The value and rarity of Orange wine
All of the people that currently believe that Orange wine is a new trend should definitely reconsider, as this type of winemaking has existed for many, many years already. Traces of terracotta jars found 6000 years ago in Georgia are a proof that Orange wine has played a large part in the origin story of wine.
It is important to differentiate the traditional white wine from the orange wine to better comprehend its elaboration. A traditional white wine is characterized by its pressuring process of the grapes, by extracting the lowest amount of elements from the skin of the grapes such as the bitterness and the tannins. In certain cases, to obtain white wines with a stronger roundness, the winemaking process can be altered, notably with a maceration period before the fermentation. This fermentation happens at a temperature of 5 to 15 °C, by making sure to avoid oxidation at all costs (by adding carbonic gas or neutral gas). This technique can be used on the entirety of the harvest or only for a portion of it and it is the most beneficial for varietals such as: Gewurztraminer, Riesling, Muscat, Sauvignon blanc and Viognier. The maceration can vary from a few hours to a couple days depending on the type of wine, but always at low temperatures.
The orange wine, however, is elaborated with white grapes but follows the winemaking process of a red wine. This alters the maceration period, with a fermentation period preceding it in a solid state (compared to a liquid state). This fermentation period adds pigments, aromas and tannins to the wine, offering it its main characteristic that gives this wine its name: a robe of a strong orange color.
Today, winemakers that follow the ancestral winemaking method originating from Georgia (terracotta jars) can be compared to the numbers of acrobats that are working with no safety net. The elaboration of the product is very natural; it requires clusters of grapes originating from a healthy harvest as they will be macerated and fermented without any additives and with only an inkling of SO2 added during the bottling. But beware! Not all wines that have aged in these specific conditions can be identified as orange wines; this all depends of the moment at which these jars were used during the winemaking process. As an example, most of the wines are aged in these conditions but are identified as white. For it to be certified as an orange wine, the wine must have been fully elaborated and aged in terracotta jars. The balance of aromas and tannins that is sought from this specific method is very tricky and can bring forth the positive points of the grapes, but also its negative ones.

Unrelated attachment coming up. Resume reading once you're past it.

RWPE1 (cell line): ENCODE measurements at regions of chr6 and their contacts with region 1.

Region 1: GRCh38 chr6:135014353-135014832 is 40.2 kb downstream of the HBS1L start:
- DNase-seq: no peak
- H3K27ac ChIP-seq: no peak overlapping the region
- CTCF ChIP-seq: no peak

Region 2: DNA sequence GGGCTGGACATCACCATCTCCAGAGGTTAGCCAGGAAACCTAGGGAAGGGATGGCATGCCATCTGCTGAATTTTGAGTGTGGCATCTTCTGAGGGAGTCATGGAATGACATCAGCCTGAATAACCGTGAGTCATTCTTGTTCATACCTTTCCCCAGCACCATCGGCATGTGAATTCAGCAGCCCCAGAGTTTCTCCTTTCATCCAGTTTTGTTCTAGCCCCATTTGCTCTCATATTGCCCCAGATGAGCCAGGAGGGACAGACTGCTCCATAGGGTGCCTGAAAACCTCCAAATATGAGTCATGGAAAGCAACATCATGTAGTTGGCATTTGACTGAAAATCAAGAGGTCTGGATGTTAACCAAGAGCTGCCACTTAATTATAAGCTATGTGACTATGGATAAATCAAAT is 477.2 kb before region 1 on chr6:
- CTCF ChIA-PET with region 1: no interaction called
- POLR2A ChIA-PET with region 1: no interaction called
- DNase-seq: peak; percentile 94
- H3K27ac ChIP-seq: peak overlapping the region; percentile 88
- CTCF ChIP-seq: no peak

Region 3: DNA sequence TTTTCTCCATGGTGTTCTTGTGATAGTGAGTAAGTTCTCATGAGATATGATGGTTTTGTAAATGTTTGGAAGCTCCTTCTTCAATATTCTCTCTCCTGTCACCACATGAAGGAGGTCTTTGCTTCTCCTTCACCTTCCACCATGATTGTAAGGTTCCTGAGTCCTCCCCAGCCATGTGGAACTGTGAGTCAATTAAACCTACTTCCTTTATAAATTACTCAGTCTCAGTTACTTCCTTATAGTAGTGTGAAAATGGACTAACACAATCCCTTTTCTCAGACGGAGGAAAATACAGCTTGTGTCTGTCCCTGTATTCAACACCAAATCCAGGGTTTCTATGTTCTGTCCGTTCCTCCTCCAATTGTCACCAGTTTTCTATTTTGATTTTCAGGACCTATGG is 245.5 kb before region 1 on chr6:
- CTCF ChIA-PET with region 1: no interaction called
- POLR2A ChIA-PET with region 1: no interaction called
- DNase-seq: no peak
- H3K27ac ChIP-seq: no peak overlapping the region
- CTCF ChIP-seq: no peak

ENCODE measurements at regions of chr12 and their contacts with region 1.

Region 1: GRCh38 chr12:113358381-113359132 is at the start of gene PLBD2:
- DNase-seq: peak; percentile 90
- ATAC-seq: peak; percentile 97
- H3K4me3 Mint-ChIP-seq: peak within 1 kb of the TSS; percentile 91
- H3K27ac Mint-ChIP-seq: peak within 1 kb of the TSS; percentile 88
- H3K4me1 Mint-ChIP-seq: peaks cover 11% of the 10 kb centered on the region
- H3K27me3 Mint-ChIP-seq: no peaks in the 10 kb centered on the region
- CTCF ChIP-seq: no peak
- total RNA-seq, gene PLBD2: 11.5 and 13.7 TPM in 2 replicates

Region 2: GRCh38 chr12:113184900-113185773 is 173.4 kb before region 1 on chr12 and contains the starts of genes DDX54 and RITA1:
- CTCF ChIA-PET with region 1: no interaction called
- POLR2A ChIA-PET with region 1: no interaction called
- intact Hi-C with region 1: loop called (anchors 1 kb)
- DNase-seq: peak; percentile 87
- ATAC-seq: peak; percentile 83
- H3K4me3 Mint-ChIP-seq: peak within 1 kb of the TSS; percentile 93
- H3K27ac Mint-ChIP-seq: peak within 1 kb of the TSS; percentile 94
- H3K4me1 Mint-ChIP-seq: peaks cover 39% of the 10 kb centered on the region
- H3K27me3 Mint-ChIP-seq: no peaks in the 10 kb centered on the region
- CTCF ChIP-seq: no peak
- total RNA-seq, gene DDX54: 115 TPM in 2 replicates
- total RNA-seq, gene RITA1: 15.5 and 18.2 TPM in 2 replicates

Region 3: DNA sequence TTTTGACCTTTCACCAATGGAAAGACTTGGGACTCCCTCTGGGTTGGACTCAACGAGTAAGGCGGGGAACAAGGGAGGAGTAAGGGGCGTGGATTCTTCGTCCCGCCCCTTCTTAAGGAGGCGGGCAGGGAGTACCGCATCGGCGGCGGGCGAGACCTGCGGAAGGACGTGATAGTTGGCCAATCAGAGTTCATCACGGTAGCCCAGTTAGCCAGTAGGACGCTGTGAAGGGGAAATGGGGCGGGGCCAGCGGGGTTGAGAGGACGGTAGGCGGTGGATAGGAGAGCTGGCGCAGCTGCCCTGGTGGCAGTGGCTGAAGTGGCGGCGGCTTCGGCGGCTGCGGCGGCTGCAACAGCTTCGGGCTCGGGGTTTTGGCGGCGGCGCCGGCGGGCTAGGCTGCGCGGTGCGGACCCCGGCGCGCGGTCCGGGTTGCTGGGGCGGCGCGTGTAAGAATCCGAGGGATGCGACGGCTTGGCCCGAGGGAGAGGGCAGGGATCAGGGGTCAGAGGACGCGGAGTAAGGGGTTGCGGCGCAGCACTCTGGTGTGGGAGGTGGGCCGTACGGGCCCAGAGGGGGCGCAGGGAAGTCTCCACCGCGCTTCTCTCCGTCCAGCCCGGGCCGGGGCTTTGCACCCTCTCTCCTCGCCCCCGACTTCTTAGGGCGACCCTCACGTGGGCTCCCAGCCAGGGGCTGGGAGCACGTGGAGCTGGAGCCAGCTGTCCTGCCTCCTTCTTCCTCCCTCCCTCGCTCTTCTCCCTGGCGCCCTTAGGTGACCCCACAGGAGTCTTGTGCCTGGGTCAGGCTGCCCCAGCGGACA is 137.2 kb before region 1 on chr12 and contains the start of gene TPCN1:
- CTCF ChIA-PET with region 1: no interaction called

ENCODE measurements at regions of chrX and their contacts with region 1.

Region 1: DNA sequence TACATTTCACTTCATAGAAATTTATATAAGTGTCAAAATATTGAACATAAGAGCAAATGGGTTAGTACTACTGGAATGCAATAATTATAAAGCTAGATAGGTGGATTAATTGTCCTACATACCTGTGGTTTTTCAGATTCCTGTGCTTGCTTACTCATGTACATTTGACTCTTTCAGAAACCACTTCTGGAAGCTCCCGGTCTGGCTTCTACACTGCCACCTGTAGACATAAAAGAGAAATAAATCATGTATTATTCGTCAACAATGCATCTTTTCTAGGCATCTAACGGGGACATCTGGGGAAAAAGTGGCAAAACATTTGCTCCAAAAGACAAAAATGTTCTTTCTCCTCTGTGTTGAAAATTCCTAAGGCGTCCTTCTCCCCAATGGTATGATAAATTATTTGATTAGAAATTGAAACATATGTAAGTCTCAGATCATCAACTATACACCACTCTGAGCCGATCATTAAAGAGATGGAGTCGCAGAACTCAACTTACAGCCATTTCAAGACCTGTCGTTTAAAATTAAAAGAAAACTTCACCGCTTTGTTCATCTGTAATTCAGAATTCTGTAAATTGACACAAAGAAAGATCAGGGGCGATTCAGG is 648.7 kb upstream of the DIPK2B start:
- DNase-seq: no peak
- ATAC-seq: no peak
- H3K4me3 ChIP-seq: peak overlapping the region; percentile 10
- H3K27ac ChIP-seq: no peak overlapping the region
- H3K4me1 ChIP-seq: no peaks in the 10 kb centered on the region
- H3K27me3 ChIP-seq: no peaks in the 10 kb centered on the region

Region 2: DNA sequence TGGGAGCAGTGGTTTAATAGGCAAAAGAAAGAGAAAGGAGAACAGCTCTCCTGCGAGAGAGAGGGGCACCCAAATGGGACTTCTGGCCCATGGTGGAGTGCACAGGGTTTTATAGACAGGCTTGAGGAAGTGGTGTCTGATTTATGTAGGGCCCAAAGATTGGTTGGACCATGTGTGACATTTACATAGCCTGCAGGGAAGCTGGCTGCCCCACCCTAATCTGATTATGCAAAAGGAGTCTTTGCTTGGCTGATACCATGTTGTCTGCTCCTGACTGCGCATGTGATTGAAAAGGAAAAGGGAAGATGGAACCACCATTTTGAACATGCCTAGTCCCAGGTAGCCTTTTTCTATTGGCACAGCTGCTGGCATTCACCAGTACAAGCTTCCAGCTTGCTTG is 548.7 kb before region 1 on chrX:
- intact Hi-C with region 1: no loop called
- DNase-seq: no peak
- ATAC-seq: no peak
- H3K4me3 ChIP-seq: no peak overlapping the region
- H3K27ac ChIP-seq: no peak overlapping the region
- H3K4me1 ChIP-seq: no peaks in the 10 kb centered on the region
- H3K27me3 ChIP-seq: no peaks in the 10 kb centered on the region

Josko Gravner, winemaker, is one the greatest examples of producers that fully understand the techniques required for the production of orange wine. His Bianco Breg 2007 cuvee is the result of a very long process before its introduction to the market, adding to the complexity of the product, a true signature product from this winemaker. This wine is elaborated from Chardonnay, Sauvignon blanc, Pinot grigio and Riesling. These varietals are fermented separately from the others in underground jars. This fermentation happens spontaneously with indigenous yeast and with no temperature regulation. After the pressuring of the grapes, the wine is reintroduced in the amphorae for a prolonged period of at least 5 months before the aging period in large oak casks, for a period of 6 years. Finally, the wine is bottled without any additives or filtration. The result is a complex wine, with a vivifying acidity and textured tannins. The aging period of an orange wine is quite close to yellow wine for its rarity and value, as it is sought after by some of the finest connoisseurs around the world. Available in very low quantities at the SAQ Signature of Quebec.